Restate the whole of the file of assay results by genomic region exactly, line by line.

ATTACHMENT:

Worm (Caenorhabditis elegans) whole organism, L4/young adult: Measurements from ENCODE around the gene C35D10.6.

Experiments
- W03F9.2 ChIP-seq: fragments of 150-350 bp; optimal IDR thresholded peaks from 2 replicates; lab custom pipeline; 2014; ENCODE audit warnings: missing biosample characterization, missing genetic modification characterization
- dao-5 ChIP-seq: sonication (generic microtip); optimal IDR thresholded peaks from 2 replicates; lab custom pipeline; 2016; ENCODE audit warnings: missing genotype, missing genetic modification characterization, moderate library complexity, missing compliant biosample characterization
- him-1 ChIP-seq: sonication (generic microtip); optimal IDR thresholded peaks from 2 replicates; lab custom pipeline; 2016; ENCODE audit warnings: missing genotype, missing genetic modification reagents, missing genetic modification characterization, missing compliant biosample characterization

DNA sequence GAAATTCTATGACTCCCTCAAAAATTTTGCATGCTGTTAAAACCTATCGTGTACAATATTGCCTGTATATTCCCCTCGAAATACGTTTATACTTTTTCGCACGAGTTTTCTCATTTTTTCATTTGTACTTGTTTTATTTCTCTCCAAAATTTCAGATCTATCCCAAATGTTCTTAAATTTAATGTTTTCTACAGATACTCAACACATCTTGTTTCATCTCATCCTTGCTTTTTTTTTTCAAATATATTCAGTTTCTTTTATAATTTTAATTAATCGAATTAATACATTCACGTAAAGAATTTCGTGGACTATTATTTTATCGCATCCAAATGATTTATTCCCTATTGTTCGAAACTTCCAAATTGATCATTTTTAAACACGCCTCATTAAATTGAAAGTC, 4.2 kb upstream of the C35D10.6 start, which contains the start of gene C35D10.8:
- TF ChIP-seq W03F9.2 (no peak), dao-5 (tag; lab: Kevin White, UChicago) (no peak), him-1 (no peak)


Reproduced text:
Worm (Caenorhabditis elegans) whole organism, L4/young adult: Measurements from ENCODE around the gene C35D10.6.

Experiments
- W03F9.2 ChIP-seq: fragments of 150-350 bp; optimal IDR thresholded peaks from 2 replicates; lab custom pipeline; 2014; ENCODE audit warnings: missing biosample characterization, missing genetic modification characterization
- dao-5 ChIP-seq: sonication (generic microtip); optimal IDR thresholded peaks from 2 replicates; lab custom pipeline; 2016; ENCODE audit warnings: missing genotype, missing genetic modification characterization, moderate library complexity, missing compliant biosample characterization
- him-1 ChIP-seq: sonication (generic microtip); optimal IDR thresholded peaks from 2 replicates; lab custom pipeline; 2016; ENCODE audit warnings: missing genotype, missing genetic modification reagents, missing genetic modification characterization, missing compliant biosample characterization

DNA sequence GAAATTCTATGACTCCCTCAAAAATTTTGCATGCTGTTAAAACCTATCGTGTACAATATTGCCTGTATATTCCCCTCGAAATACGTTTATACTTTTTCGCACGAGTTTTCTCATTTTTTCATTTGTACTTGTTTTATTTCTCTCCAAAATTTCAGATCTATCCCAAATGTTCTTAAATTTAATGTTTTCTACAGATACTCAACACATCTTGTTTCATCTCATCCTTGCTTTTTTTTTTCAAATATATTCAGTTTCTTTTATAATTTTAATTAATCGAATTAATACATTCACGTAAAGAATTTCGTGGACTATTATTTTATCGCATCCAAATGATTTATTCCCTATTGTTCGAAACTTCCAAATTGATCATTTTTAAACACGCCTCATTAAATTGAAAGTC, 4.2 kb upstream of the C35D10.6 start, which contains the start of gene C35D10.8:
- TF ChIP-seq W03F9.2 (no peak), dao-5 (tag; lab: Kevin White, UChicago) (no peak), him-1 (no peak)